Review: Margo Price presents progressive country outlook on ‘All American Made’

Story by Hayden Goodridge / Contributing Writer

Margo Price somehow manages to fall outside any and all norms of country music.

Signed to the famed Third Man Records in Nashville, the 34-year-old singer-songwriter was taken under the wing of the label’s curator and rock-giant, Jack White. On her 2016 debut, “Midwest Farmer’s Daughter,” Price established herself as a dissident to popular country, aligning instead with the signature sounds that dominated the country airwaves of the 1970s. Despite her nostalgic musical influence, Price’s latest release, “All American Made,” incorporates progressive social attitudes and criticisms throughout, in a blend of tradition and innovation that places her as a pioneering voice for country music.

“All American Made” contains a little bit of everything in terms of style. The first two tracks, “Don’t Say It” and “Weakness,” have a definitive honky-tonk feeling, complete with slide guitar, organ and fiddle to get the album off to a rolling start. However, the album expands to incorporate elements of soul and funk, featuring a forceful gospel quartet on the song “Do Right By Me.”

With an eclectic sound to encompass her, Price delves into autobiographical stories of hardship and resilience. The song “Wild Women” discusses the struggles that come along with living as a touring musician with lines like, “It’s hard to be a mother, a singer and a wife.”

The song “Learning to Lose” features a duet between Price and the beloved Willie Nelson, in which both grapple with the difficult irony of using life’s most difficult failures as lessons when going forward. Nelson’s seasoned voice perfectly complements Price as they share sentiments with one another in the track.

As much as the album is defined by Price’s personal anecdotes, it also addresses a number of prevalent socio-economic issues affecting American life. “Pay Gap” draws attention to the blatant inequality of earnings between men and women, a pressing issue in the fight for gender equality.  Not many country artists today can say that they’ve attacked large issues like these in their music, something that’s expressed in the song “Cocaine Cowboys,” in which Price criticizes the superficiality of current popular country singers with hilariously slanderous statements like, “You can’t write a song with nothing to say.”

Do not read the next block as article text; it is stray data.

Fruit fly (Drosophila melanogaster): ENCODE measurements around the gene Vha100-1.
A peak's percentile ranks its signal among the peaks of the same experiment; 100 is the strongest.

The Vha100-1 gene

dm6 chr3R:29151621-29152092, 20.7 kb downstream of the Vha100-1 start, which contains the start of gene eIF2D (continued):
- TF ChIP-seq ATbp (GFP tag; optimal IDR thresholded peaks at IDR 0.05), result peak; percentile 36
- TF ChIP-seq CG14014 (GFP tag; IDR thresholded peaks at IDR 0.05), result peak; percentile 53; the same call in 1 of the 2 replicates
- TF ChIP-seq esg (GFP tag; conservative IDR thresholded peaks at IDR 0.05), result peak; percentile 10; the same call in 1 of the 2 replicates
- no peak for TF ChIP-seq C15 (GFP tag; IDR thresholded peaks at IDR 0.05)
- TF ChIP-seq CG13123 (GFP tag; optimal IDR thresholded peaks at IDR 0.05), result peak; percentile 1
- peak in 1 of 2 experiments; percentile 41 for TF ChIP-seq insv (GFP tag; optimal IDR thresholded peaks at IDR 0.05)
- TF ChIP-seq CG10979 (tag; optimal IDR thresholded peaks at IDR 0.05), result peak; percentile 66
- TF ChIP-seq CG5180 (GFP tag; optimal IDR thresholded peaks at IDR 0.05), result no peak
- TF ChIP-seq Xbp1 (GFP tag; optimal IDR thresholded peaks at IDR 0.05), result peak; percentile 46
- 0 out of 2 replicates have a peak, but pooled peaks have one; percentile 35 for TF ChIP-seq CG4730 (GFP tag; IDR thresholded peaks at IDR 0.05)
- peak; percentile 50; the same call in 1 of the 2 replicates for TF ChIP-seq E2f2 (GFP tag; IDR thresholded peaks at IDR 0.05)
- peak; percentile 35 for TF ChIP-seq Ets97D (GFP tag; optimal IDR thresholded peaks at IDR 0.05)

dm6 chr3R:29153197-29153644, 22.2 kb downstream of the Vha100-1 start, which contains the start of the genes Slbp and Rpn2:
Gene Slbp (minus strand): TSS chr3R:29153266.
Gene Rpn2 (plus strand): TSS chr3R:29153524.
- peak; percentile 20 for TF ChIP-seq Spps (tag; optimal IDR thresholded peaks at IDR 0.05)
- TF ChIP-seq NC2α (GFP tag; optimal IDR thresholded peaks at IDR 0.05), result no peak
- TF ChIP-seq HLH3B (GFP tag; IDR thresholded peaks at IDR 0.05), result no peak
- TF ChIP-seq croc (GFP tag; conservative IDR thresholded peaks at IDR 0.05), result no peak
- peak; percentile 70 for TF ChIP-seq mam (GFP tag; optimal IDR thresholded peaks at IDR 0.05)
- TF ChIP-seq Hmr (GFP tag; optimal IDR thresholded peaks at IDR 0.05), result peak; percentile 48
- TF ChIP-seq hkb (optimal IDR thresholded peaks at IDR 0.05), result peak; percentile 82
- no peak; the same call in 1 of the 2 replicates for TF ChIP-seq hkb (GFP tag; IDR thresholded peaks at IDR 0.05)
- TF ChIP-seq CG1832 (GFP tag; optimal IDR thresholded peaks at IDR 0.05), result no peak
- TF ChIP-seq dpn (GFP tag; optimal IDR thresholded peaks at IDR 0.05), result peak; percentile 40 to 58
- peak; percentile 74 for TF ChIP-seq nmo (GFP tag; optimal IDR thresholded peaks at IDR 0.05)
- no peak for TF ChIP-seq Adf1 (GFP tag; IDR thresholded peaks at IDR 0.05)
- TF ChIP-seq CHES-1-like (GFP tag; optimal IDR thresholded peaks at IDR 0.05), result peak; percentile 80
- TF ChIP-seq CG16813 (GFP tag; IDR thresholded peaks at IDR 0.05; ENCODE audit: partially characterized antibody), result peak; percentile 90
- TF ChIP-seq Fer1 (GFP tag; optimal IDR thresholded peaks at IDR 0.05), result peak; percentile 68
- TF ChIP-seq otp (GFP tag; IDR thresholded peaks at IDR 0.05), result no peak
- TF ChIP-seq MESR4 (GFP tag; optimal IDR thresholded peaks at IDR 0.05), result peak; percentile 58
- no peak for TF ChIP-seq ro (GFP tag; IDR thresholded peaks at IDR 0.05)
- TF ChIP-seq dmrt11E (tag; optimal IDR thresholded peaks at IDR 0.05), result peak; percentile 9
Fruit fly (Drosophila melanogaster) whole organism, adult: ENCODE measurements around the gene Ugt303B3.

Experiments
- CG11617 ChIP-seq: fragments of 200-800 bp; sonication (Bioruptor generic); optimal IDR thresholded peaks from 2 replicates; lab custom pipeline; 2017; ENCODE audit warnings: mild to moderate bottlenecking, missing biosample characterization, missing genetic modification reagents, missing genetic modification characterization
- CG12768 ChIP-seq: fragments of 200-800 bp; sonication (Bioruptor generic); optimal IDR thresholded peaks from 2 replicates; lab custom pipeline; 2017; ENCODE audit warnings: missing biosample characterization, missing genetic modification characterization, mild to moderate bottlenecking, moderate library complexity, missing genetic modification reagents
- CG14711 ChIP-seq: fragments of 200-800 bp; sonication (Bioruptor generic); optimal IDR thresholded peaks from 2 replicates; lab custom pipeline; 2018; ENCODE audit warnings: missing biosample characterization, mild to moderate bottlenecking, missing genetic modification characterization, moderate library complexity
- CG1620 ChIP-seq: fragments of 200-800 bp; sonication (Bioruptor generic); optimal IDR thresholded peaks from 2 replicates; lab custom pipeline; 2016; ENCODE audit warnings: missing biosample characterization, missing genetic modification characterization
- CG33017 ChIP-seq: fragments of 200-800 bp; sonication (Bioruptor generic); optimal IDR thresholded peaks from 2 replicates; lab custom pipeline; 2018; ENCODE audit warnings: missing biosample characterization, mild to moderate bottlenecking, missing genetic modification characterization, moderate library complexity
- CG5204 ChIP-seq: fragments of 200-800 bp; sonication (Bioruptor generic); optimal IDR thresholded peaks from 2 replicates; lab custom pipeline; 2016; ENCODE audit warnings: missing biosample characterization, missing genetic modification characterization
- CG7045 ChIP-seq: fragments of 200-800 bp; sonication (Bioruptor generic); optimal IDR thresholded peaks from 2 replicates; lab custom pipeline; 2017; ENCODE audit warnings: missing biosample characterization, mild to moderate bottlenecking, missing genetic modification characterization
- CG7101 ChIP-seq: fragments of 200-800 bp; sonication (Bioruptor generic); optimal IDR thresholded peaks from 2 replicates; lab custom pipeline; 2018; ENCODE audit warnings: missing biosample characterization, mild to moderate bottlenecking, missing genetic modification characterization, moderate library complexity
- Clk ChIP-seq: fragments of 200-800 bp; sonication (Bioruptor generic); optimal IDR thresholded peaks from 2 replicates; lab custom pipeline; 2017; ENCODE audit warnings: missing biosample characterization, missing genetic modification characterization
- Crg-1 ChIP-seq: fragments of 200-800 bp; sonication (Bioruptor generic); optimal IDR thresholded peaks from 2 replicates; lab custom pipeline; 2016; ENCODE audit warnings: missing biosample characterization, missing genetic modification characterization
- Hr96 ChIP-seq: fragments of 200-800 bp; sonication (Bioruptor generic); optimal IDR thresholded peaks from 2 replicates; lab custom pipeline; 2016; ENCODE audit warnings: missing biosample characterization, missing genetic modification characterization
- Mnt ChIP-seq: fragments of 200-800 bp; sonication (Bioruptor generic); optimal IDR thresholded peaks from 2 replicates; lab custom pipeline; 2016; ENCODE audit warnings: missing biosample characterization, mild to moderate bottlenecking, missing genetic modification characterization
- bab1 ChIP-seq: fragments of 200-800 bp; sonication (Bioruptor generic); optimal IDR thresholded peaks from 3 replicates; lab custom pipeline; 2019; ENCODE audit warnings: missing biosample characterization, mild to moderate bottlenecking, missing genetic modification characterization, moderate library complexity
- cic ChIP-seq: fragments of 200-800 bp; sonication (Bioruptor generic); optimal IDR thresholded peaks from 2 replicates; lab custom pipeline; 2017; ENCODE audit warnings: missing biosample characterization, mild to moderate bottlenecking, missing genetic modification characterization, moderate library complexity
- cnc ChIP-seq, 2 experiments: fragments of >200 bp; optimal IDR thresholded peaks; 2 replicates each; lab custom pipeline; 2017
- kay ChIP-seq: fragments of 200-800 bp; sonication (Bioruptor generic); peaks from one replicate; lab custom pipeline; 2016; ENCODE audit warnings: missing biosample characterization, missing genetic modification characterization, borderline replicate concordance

The height of “All American Made” comes in the song “Heart of America,” which delivers a candid story into the hardships of Price’s small-town upbringing. The song illustrates the grim realities that hardened rural farmers faced in the 1980s as the agriculture economy shifted toward factory farming through large corporations. Due to this, many hard-working farming families were left with no assets and ended up losing farms. This issue caused Neil Young and Nelson to start Farm Aid as an annual benefit concert for farming families and is brought up in a verse of the song, “And Neil and Willie tried so hard / And battles they have gone / But that was still long after the bigger war had been won / No one was there to save the wheat and the cattle at my home / They took every field my family owned.”

The songs on “All American Made” are undoubtedly defined by the Nashville singer’s ambition to tackle broad issues through her singular lens, and personal causes like these give Price’s songwriting a purposeful vitality and exemplify her as one of country’s most earnest voices. It’s due to unique perspectives like Price’s that make the counterculture-shake-up of country music apparent, and man does she shake things up wonderfully.

To contact Lifestyles Editor Tayhlor Stephenson, email lifestyles@mtsusidelines.com.

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